Twitter was alight with people attacking Sky and this post stood out as a well considered and open-minded beacon. Remember, Twitter isn't always right you know.

So less celebratory slaps on the back for everyone and more consideration to other ways forward please. I might not like the Times behind the paywall or agree with the new Twitter rules but I am glad some people are prepared to break away from the flock.

UPDATE: Just as I hit publish, I saw this blog by Tom Phillips which also takes a view of the Sky rules and suggests how they might 'de-stupid it'. Well worth a read.

Grow up and start charging for online content

For the first time in my life I nearly let out a loud, and very public, "Hallelujah, and Amen brother" in full evangelical style.

Where was I? A church in the deep south of America, in front of a gospel choir watching a preacher perform miracles upon a small disabled child? No. I was in a session at the news:rewired conference in London.

What brought about my conversion to gospel-style outbursts? It was listening to Francois Nel tell assembled delegates that anyone who thought that online content should be free needed to "Grow Up".

Ok, so it's not quite the Road to Damascus that you might have expected, but it was for me. I remember suggesting the same at the first news:rewired two years ago and I feared for my life as I was chased from the building by digital journalists carrying flaming torches and pitchforks.

A bit of an exaggeration perhaps but nonetheless, there has long been the assumption that any attempt to charge for online journalism is heinous in the extreme and bad for democracy.

Take the term 'paywall'. It is a loaded term implying secrecy and subterfuge and not a term ever used, for example, to describe the cover price for a newspaper or a subscription to a magazine.

It wasn't helped when the first person to try to charge for general news content in the UK - as opposed to a more niche publication like the Financial Times) was part of Rupert Murdoch's empire. And anyone who is anyone knows that he is the Magneto to liberal journalism's Professor X.

But journalism is an expensive business and it cannot be done with journalists - and lots of them. That's not simply a plea for employment for my students but a plea for the industry as a whole.

Think about the working hours Nick Davies has had to put in to uncover the hacking scandal currently rocking the industry. Think about the massive amount of data crunching the Daily Telegraph's investigative team had to do on the MP's expenses. Think about the undercover work carried out by the News of the World to expose the corruption within the Pakistani cricket team.

It's not cheap and it's not possible if you have cut back your staffing levels to the point where each reporter finds themselves churning out story after story simply to fill the paper. Read Richard Peppiatt's account of working for a Richard Desmond publication if you want first-hand evidence.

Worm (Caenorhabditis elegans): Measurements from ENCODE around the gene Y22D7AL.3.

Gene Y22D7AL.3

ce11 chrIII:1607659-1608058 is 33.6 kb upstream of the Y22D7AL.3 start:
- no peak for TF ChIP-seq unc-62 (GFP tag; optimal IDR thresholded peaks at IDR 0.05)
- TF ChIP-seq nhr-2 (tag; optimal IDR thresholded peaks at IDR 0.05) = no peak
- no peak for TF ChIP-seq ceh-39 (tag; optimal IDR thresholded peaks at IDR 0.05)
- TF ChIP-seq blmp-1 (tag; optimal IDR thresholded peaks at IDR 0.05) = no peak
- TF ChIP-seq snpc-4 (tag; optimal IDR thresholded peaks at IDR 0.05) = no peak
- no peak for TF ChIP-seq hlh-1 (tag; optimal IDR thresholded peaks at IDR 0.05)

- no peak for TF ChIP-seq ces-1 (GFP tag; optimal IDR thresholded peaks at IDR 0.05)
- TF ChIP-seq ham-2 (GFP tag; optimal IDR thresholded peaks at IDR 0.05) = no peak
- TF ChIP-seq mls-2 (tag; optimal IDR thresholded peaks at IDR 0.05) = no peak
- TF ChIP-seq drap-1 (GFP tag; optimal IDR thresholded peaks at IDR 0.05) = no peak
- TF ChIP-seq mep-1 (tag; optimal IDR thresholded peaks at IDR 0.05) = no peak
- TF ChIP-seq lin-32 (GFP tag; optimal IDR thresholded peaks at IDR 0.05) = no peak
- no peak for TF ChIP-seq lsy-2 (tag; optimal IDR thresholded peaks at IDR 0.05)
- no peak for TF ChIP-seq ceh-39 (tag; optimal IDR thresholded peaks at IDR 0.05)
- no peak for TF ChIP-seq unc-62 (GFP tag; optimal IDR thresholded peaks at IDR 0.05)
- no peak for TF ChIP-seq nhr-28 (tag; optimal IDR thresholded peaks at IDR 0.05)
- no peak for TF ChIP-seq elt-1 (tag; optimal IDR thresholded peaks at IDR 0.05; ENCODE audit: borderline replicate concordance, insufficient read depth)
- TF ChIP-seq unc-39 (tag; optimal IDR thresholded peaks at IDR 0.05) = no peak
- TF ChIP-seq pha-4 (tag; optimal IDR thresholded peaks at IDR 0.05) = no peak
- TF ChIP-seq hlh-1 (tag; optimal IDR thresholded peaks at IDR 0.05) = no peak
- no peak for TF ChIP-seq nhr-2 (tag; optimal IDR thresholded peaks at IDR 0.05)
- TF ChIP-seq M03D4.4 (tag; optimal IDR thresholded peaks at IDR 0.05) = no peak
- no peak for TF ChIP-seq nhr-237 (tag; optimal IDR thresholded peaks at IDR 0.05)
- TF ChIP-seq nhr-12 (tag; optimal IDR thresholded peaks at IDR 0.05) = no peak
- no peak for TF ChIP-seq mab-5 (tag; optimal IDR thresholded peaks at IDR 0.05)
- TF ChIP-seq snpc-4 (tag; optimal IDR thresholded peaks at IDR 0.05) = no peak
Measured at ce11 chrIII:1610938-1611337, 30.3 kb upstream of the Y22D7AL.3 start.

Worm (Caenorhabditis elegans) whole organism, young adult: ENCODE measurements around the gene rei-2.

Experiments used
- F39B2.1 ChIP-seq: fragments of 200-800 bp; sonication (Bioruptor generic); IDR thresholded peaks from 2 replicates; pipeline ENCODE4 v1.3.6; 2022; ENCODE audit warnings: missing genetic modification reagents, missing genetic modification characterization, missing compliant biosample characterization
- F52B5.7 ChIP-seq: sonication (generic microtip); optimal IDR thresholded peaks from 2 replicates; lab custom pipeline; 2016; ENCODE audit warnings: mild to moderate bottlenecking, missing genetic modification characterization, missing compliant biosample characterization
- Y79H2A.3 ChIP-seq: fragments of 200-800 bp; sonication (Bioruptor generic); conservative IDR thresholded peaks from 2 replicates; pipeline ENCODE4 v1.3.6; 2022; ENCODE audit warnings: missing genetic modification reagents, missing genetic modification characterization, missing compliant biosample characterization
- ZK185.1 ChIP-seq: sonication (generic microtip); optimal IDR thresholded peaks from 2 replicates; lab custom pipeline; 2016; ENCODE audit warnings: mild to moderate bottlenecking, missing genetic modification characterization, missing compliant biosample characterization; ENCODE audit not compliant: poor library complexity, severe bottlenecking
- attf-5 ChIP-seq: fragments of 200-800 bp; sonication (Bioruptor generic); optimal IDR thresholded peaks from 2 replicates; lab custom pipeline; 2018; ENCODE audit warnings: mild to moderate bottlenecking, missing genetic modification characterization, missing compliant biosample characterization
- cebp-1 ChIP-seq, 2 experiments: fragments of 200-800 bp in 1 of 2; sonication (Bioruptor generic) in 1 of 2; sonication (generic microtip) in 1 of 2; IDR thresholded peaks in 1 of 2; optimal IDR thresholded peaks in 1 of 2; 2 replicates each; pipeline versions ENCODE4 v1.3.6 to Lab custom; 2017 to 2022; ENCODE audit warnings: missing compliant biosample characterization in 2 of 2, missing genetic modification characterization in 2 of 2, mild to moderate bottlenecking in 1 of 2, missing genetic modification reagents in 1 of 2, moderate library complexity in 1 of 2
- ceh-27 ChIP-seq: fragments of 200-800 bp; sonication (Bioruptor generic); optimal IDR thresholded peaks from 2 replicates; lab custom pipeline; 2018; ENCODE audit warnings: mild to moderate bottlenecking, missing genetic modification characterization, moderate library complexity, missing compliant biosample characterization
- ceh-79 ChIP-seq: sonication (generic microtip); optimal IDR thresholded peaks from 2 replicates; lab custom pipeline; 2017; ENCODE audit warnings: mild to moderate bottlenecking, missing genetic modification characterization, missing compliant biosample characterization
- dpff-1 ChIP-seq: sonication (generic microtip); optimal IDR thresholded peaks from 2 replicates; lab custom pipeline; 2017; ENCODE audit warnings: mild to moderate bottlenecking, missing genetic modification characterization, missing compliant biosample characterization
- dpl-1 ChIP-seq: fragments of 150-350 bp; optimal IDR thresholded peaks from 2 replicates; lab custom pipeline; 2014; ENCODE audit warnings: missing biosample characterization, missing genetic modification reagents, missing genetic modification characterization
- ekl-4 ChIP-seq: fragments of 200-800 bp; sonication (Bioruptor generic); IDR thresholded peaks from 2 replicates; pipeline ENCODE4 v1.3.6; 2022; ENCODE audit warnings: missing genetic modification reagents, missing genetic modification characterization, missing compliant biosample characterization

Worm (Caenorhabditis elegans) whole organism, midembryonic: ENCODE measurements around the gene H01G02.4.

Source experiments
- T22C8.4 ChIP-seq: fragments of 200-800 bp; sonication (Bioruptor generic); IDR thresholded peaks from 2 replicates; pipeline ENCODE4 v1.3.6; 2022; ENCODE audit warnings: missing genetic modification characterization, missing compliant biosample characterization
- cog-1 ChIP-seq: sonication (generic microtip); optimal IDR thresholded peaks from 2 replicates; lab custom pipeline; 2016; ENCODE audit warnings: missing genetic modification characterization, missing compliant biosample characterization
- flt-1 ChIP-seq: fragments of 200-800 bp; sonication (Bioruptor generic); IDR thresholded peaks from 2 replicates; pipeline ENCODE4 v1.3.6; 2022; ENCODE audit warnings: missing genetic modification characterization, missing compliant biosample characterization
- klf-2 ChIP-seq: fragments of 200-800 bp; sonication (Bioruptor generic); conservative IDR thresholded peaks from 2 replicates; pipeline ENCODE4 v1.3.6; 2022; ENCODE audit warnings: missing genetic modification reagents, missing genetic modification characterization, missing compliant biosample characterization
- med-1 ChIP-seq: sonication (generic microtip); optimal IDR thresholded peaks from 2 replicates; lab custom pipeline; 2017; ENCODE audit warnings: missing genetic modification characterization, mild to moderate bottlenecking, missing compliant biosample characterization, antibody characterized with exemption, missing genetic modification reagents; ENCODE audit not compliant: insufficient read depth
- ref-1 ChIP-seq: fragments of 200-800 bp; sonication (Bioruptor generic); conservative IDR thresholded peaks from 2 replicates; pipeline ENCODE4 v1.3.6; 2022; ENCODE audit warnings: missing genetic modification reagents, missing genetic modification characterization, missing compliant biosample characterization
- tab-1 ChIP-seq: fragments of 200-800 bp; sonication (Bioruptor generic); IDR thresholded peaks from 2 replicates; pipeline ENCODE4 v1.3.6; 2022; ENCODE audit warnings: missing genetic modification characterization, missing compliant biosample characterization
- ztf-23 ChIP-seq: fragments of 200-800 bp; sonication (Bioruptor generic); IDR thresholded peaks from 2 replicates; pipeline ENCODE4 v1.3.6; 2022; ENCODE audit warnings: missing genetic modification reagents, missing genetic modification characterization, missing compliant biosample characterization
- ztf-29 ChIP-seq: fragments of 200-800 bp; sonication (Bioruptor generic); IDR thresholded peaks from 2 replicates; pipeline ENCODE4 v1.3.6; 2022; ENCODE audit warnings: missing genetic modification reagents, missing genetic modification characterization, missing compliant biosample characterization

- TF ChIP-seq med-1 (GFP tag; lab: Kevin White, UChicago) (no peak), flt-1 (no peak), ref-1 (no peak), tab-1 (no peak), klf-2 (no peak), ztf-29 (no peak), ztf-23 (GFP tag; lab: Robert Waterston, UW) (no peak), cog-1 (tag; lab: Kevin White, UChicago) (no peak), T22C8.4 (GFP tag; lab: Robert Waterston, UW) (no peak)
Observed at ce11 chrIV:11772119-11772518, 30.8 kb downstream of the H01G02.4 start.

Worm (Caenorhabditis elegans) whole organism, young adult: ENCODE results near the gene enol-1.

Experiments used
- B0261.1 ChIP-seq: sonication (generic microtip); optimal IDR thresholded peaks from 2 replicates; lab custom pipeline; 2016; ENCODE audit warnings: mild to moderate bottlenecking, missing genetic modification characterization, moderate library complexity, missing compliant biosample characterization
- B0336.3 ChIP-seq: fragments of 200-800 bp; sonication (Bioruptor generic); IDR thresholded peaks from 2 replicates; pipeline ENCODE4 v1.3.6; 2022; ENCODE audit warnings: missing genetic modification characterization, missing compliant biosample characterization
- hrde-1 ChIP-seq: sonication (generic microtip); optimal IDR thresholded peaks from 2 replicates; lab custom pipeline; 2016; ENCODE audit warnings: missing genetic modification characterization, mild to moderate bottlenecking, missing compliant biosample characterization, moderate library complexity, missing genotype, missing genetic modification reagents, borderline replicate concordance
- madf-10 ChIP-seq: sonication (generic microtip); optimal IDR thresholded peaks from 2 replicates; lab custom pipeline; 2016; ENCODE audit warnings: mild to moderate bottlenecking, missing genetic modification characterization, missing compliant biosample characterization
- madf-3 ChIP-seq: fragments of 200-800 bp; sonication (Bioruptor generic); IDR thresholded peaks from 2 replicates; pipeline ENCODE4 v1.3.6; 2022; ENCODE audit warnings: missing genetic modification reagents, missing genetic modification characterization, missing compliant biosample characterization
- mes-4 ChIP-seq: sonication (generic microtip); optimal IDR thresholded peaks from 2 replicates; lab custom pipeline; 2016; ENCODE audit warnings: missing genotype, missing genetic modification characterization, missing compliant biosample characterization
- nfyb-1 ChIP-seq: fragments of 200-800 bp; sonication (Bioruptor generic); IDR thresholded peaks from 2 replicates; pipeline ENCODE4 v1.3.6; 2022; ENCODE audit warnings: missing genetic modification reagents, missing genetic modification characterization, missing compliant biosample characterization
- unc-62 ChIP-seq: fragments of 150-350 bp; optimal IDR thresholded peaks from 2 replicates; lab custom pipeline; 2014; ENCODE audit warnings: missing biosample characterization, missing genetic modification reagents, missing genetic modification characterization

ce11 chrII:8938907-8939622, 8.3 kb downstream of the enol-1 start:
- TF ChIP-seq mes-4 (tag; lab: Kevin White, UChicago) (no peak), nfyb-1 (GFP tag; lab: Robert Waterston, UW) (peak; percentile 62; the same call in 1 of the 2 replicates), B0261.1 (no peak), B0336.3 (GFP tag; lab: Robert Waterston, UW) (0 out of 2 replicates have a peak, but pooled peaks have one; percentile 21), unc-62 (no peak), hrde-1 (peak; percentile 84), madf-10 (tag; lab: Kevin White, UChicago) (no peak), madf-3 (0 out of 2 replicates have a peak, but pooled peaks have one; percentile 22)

The Guardian has been at the forefront of the 'campaign' to keep online content free. I use inverted commas because there is no formal campaign and Alan Rusbridger claims that he is not doing so for societal reasons but because he hasn't yet found a business model to suit.

But since January 2001, the Guardian's circulation has reduced from 400,000 to 230,000, pagination has been substantially reduced and the print 'paywall' has increased to £1.20 a day.

That is all against a backdrop of failing to find a way to monetise online content through advertising or other activities. Last year the group announced losses on £33m and two years ago, GMG had to sell it's regional newspapers to Trinity Mirror to offset such losses.

More power to Trinity Mirror and, in my opinion, bad for plurality in general as the group takes an even firmer grip on all the big publications in the North West.

Finding a successful model for getting readers to pay for online content is not easy - you're pretty much guaranteed to slash your audience by 80 to 90 per cent overnight - but only if the industry 'grows up' works together can it work in the long term.

The Scott Trust, the organisation funding the Guardian Media Group, is a crown jewel among British journalism. It ensures that at least one national daily newspaper is not beholden to shareholders and commercialism in general.

This is how the Scott Trust describes its core purpose:

1) To secure the financial and editorial independence of the Guardian in perpetuity: as a quality national newspaper without party affiliation; remaining faithful to its liberal tradition; as a profit-seeking enterprise managed in an efficient and cost-effective manner.

2) All other activities should be consistent with the central objective. The Company which the Trust owns should: be managed to ensure profits are available to further the central objective; not invest in activities which conflict with the values and principles of the Trust.

3) The values and principles of the Trust should be upheld throughout the Group. The Trust declares a subsidiary interest in promoting the causes of freedom in the press and liberal journalism, both in Britain and elsewhere.